Sequels in Hollywood, especially sequels to successful blockbusters, even more especially when said blockbusters are aimed primarily at a younger audience, can draw plenty of negative vibes from the moment they are announced. Usually said negativity is not without reason either, because the majority of said movies are made to do little more than capitalise on a prior success and make some rich people even more rich. Half the time by (and this is a Disney speciality lately) exercising the bare minimum amount of creative thought, replicating as much of said previous movie as is possible to do without remaking it shot for shot.
So… On the rare occasions where a movie sequel seems to have been made primarily because those involved genuinely had a worthwhile story to tell it can come as a shock. Perhaps given Disney’s follow up to their 2012 maybe should have been Oscar winning effort (their treatment of one Disney Princess here suggests they’re maybe still not quite over it! :p ) has taken 6 years to arrive instead of being rushed out in double quick time maybe should have been an indicator that this was a movie into which much care and attention had gone, and it’s really delightful to see that it is.
Not only does this movie play around in and expand on that same pop culture universe that the original film established (there will not be many delights in movies this year that will compare to the assembly of the Disney princesses, many of them voiced by their original performers), but with its launching of itself into the titular web it gets to dabble in all kinds of wickedly creative territory in a way that could probably be most likened to Pixar’s Inside Out in the way it takes some massively complex system and comes up with some triumphantly entertaining, mass appealing, simplifying, movie way of explaining how it all works (you’ll never look at one of those clickbait ads or a search engines auto-fill the same way ever again), but on top of all that stuff, there is a heartfelt, heartbreaker of a personal story that on a deeper level is as relevant to the current state of society and its favourite talking points that makes this movie while certainly very much of its time, as brilliantly comprehensive a portrait as any picture is likely to paint of this time any time soon.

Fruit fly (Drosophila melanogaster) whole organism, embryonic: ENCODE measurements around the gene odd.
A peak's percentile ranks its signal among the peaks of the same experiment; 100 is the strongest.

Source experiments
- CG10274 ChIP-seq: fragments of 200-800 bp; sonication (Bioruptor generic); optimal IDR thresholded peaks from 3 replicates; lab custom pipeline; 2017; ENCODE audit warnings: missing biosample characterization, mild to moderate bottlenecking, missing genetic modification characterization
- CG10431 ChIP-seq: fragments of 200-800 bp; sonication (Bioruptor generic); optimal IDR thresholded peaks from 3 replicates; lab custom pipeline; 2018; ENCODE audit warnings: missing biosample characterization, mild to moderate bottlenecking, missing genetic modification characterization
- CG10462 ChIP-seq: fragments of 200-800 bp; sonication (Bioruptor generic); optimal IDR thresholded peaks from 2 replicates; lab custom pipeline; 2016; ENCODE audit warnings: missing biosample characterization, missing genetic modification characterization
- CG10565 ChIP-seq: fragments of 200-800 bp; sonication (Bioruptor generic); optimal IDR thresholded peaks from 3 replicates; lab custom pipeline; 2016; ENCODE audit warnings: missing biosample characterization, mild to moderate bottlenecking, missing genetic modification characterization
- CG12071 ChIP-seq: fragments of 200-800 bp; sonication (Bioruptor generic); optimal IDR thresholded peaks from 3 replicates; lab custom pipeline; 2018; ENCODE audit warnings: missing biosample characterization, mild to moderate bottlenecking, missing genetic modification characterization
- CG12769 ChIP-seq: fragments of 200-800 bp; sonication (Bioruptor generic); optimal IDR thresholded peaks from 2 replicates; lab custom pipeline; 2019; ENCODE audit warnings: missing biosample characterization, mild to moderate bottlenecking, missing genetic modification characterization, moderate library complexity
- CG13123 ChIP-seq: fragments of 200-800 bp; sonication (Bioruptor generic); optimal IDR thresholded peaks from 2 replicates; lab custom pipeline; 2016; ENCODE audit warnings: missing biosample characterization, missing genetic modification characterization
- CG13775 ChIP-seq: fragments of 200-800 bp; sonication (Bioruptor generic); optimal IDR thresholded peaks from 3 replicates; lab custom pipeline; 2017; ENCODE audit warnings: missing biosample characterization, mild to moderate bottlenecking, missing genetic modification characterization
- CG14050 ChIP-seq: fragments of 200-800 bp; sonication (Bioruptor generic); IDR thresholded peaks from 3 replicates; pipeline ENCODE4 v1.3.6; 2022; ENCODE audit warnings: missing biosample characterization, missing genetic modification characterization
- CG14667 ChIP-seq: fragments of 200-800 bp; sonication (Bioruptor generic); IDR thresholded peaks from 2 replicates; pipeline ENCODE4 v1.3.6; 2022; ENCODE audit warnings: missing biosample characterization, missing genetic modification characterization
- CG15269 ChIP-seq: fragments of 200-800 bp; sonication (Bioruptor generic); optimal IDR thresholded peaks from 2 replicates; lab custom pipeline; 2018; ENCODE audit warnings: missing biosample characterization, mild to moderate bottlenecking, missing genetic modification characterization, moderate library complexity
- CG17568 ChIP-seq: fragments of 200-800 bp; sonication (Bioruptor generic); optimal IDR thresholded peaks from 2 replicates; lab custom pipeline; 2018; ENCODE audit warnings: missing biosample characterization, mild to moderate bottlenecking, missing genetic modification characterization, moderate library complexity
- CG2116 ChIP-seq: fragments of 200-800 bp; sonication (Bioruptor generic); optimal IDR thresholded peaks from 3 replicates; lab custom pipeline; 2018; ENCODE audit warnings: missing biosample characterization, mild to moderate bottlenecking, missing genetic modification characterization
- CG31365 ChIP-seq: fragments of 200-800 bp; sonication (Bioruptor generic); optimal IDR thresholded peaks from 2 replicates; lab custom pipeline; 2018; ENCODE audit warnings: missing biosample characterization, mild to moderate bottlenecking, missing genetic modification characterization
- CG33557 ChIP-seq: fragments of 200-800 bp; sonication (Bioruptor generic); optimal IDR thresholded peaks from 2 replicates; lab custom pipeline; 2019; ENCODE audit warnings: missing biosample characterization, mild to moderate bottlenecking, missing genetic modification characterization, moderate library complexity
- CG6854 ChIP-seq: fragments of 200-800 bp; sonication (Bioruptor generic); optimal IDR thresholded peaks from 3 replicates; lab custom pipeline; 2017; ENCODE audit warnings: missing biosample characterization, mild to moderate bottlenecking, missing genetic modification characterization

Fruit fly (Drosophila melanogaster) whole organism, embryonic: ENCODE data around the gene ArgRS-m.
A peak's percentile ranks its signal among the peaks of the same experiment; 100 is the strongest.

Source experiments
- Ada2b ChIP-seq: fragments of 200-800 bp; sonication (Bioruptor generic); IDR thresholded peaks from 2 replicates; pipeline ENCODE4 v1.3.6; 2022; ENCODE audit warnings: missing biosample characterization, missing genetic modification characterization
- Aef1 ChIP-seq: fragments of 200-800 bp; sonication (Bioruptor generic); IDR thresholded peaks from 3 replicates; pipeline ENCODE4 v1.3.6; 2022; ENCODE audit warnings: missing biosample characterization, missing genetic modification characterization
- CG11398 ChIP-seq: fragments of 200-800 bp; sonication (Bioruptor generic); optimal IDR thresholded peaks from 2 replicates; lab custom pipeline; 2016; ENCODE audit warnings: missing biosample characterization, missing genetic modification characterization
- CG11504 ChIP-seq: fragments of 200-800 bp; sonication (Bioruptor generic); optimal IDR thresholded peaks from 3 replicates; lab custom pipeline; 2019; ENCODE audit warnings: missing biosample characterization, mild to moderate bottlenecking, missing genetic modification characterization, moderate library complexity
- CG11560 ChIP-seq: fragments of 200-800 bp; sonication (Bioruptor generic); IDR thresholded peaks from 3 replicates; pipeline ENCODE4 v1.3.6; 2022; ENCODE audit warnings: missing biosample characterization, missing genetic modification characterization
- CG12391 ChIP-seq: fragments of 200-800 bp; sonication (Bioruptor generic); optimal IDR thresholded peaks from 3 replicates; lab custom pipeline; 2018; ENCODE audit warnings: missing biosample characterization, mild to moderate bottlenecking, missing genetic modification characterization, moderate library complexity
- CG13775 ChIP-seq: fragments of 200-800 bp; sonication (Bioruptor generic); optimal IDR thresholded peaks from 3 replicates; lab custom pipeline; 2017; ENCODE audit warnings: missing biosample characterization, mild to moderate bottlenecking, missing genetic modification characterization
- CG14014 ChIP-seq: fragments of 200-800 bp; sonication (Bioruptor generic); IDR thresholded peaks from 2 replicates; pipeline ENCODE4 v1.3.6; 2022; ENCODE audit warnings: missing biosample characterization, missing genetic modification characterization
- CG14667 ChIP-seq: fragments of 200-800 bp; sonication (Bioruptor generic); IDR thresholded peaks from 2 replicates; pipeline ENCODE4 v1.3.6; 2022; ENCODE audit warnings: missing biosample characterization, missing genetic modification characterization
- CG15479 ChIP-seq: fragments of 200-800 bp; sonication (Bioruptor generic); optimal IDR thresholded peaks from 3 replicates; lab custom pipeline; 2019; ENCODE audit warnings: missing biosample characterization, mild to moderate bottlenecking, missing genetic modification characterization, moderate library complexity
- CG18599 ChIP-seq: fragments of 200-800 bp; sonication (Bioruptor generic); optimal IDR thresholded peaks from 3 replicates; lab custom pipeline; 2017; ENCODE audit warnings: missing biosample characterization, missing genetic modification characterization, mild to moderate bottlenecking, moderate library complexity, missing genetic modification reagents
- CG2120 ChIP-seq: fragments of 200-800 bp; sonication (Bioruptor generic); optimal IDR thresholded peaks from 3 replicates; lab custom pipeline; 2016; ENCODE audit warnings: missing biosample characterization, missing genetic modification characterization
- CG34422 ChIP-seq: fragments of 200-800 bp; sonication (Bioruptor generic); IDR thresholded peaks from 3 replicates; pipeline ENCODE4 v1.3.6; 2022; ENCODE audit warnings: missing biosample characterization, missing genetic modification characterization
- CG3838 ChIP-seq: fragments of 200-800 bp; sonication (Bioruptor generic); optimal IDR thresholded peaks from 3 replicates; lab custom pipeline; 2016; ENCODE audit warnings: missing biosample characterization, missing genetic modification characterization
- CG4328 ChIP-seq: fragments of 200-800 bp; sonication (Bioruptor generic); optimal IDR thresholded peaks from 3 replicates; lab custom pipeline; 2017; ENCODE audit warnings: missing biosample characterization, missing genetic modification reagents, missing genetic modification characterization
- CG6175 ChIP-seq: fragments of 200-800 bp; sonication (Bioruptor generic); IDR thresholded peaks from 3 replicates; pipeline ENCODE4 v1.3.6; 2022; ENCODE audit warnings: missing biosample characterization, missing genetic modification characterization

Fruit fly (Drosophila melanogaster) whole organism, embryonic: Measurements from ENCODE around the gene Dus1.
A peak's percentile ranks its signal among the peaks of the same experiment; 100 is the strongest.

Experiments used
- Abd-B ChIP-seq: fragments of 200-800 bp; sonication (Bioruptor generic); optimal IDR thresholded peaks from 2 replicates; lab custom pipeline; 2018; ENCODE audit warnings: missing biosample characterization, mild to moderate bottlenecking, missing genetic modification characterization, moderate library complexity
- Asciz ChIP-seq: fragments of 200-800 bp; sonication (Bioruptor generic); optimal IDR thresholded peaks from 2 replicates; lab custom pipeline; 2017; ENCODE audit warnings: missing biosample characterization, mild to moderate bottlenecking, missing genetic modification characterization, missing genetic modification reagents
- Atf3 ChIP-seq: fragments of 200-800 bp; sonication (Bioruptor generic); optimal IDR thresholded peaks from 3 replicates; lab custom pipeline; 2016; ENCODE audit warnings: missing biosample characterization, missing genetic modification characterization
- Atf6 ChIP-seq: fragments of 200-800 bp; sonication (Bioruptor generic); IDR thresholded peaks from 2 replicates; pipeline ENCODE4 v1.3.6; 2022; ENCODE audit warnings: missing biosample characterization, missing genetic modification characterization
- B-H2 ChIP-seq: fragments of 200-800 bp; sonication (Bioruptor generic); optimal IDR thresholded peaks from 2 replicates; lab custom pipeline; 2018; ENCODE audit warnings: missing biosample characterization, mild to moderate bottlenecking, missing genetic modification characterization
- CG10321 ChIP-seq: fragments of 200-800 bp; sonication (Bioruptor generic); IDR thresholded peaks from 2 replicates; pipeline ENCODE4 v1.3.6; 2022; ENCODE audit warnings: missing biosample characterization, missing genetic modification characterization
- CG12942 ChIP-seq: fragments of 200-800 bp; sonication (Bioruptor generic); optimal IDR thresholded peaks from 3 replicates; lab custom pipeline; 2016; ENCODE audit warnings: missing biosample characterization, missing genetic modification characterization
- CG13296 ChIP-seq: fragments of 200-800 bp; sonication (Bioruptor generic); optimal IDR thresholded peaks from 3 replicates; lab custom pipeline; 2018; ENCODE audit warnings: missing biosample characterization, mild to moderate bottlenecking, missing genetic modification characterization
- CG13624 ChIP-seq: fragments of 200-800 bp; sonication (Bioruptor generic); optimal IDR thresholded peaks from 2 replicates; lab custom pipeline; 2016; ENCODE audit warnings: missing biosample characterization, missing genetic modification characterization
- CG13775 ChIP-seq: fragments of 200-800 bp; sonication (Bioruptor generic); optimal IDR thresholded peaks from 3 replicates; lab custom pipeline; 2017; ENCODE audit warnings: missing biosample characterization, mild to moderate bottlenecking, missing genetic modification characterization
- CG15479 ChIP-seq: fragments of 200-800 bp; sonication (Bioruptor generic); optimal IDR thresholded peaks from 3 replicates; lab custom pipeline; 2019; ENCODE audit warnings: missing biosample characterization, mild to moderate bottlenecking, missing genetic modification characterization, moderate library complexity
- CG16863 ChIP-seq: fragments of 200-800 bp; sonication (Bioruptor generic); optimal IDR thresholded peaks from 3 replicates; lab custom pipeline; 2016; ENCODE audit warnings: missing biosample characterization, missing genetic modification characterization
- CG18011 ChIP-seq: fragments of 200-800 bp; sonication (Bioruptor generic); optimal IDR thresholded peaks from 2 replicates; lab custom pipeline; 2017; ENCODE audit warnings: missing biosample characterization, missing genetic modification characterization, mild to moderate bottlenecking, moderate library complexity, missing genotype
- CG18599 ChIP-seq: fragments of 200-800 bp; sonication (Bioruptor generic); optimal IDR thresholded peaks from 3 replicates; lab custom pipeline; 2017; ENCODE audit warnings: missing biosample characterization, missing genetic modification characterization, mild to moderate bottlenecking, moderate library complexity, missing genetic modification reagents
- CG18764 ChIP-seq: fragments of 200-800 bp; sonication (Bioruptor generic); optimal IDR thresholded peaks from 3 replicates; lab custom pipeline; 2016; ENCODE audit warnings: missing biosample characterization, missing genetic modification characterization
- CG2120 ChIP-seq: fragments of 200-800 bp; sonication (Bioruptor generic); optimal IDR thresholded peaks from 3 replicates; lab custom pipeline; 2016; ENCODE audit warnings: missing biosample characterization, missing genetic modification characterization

The magic of Ralph Breaks the Internet (aside from the sheer winningness of its entire vocal cast, lead once again magnificently by the endlessly charming Sarah Silvermen, and painfully vulnerable, endearingly dopey John C. Reilly) is how there is no villain to speak of. The problem to overcome here is a way of feeling, a personality trait, a way of acting too many of us can probably relate to. The movie might be set in the internet, and entirely animated, but it tackles an ill far too prevalent to be anything other than tragically universal. Friendship is ultimately at the heart of Ralph Breaks the Internet, it takes the beautiful one that it forged in that first movie and takes the exploration of it to another level. Co-director Phil Johnston who co-wrote that first movie is credited as writer again here, and along with Pamela Ribon he’s penned as well rounded a movie in terms of what it does well, and in terms of who it works for (it’s absolutely one of those with as much appealing to an older audience as a younger one) in terms of how it tackles serious subject matter so well while never being anything other than a hugely involving adventure comedy. In an era when we’re seeing so much of Disney at its worst, it’s amazing to see moments like this of the mouse house at its absolute classic best.
This book as such a fine abundance of character designs. Characters with different body types. Characters who carry themselves differently. Ethnically diverse, sure, but also characters who are personable, familiar, and define their role in the narrative as much by who they are as by what they are capable of.
Best-selling novelist (Why Girls Are Weird, You Take It from Here), animation writer (Moana, the Wreck-It Ralph sequel), and comics writer (Rick and Morty) Pamela Ribon and artist Veronica Fish (Archie, Silk, Spider-Woman) dive into the fast-paced, hard-hitting world of roller derby! Jennifer Chu and Maise Huff (aka Knockout and Ithinka Can on the track) have been best friends since their first day of Fresh Meat Orientation for the Eastside Roller Girls, but when they get drafted for two different teams they’ll have to figure out if the bond between them is stronger than the pull of a team when a win is on the line. You get slammed on the track and slammed in life, and in both cases you have to take your hits and get back up again!